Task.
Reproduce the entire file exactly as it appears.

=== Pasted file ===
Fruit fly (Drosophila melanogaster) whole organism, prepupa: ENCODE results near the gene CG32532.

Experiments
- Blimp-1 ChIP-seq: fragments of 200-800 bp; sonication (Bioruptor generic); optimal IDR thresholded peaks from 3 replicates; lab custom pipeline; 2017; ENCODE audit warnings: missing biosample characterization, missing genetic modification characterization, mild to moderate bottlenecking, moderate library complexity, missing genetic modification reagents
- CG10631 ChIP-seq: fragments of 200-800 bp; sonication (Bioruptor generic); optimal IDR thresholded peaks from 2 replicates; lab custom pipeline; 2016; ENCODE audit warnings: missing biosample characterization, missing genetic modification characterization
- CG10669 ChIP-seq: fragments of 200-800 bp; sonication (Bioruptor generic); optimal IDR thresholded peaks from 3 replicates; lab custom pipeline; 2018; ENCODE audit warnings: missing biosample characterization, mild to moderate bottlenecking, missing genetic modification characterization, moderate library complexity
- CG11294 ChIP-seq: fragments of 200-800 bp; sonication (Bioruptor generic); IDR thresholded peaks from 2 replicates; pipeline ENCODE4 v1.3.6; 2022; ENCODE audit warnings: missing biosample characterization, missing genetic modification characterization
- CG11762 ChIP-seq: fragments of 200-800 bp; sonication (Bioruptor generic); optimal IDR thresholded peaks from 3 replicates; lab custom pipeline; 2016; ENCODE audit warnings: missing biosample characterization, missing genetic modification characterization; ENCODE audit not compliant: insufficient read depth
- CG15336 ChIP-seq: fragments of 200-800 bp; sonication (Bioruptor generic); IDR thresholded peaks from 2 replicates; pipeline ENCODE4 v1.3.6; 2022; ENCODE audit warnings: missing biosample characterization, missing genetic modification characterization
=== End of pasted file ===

Fruit fly (Drosophila melanogaster) whole organism, prepupa: ENCODE results near the gene CG32532.

Experiments
- Blimp-1 ChIP-seq: fragments of 200-800 bp; sonication (Bioruptor generic); optimal IDR thresholded peaks from 3 replicates; lab custom pipeline; 2017; ENCODE audit warnings: missing biosample characterization, missing genetic modification characterization, mild to moderate bottlenecking, moderate library complexity, missing genetic modification reagents
- CG10631 ChIP-seq: fragments of 200-800 bp; sonication (Bioruptor generic); optimal IDR thresholded peaks from 2 replicates; lab custom pipeline; 2016; ENCODE audit warnings: missing biosample characterization, missing genetic modification characterization
- CG10669 ChIP-seq: fragments of 200-800 bp; sonication (Bioruptor generic); optimal IDR thresholded peaks from 3 replicates; lab custom pipeline; 2018; ENCODE audit warnings: missing biosample characterization, mild to moderate bottlenecking, missing genetic modification characterization, moderate library complexity
- CG11294 ChIP-seq: fragments of 200-800 bp; sonication (Bioruptor generic); IDR thresholded peaks from 2 replicates; pipeline ENCODE4 v1.3.6; 2022; ENCODE audit warnings: missing biosample characterization, missing genetic modification characterization
- CG11762 ChIP-seq: fragments of 200-800 bp; sonication (Bioruptor generic); optimal IDR thresholded peaks from 3 replicates; lab custom pipeline; 2016; ENCODE audit warnings: missing biosample characterization, missing genetic modification characterization; ENCODE audit not compliant: insufficient read depth
- CG15336 ChIP-seq: fragments of 200-800 bp; sonication (Bioruptor generic); IDR thresholded peaks from 2 replicates; pipeline ENCODE4 v1.3.6; 2022; ENCODE audit warnings: missing biosample characterization, missing genetic modification characterization